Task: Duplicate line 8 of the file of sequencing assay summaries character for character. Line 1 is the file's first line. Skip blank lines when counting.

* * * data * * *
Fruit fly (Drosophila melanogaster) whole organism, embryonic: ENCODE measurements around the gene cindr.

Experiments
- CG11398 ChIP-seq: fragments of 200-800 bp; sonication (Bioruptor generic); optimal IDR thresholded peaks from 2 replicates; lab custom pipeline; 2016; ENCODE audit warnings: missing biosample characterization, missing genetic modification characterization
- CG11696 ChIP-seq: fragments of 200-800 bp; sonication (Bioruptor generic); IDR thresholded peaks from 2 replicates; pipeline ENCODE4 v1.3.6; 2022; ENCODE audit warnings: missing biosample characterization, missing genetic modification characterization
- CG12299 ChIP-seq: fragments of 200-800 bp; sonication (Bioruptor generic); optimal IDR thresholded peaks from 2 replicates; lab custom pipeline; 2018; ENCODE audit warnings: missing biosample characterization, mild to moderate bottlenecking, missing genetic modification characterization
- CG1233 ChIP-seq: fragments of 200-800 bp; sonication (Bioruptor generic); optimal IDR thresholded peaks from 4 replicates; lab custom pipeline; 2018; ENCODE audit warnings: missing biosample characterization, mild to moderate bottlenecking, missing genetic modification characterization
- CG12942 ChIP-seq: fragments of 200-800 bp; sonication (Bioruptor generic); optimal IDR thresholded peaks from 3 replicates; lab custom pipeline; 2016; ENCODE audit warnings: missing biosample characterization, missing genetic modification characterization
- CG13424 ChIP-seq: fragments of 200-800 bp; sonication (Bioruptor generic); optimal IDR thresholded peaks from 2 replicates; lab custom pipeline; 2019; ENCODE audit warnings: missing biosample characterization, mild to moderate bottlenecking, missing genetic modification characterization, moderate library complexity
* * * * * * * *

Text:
- CG13424 ChIP-seq: fragments of 200-800 bp; sonication (Bioruptor generic); optimal IDR thresholded peaks from 2 replicates; lab custom pipeline; 2019; ENCODE audit warnings: missing biosample characterization, mild to moderate bottlenecking, missing genetic modification characterization, moderate library complexity